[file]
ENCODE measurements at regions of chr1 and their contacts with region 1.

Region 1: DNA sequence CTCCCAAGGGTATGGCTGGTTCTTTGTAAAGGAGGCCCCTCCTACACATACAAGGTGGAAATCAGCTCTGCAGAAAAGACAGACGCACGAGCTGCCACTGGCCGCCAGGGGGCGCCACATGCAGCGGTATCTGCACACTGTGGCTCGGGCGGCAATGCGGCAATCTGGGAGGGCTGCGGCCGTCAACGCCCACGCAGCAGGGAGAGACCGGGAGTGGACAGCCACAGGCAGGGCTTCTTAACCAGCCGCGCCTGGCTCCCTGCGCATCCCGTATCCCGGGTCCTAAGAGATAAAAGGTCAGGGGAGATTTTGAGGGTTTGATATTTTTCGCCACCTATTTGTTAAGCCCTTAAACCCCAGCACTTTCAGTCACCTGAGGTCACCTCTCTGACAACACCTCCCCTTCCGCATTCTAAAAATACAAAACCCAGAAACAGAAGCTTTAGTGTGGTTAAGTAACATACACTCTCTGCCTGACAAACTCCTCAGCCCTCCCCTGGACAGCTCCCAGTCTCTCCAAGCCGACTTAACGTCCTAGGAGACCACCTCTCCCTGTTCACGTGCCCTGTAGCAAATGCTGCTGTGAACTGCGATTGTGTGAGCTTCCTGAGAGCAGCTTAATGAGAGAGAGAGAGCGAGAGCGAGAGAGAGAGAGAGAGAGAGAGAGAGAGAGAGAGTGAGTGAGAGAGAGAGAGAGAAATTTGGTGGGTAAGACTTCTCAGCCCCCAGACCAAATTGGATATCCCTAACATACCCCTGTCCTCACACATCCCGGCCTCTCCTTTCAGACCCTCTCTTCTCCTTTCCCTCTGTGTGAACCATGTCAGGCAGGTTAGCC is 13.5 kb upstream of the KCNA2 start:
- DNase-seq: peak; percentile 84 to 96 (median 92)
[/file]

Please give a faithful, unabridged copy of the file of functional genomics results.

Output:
ENCODE measurements at regions of chr1 and their contacts with region 1.

Region 1: DNA sequence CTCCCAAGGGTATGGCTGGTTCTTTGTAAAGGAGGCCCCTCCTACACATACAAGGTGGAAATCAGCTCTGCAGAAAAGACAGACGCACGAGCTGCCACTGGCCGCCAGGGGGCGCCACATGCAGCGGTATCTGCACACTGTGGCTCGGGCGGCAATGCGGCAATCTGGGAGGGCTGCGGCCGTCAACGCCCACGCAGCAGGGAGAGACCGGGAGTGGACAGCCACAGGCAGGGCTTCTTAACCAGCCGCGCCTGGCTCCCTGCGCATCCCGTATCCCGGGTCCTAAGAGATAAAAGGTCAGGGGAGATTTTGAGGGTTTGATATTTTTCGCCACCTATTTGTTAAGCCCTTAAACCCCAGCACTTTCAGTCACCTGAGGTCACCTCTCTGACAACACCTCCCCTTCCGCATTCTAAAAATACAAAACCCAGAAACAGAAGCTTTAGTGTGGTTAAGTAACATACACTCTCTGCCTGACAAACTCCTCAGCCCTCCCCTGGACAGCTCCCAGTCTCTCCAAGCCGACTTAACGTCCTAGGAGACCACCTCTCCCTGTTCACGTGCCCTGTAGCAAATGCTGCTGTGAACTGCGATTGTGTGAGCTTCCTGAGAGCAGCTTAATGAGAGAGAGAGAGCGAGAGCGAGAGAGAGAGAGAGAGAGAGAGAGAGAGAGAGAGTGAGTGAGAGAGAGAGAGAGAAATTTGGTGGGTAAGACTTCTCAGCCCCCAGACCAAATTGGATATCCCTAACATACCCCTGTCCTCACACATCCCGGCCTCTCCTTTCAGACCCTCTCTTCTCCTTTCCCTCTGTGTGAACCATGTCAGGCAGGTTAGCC is 13.5 kb upstream of the KCNA2 start:
- DNase-seq: peak; percentile 84 to 96 (median 92)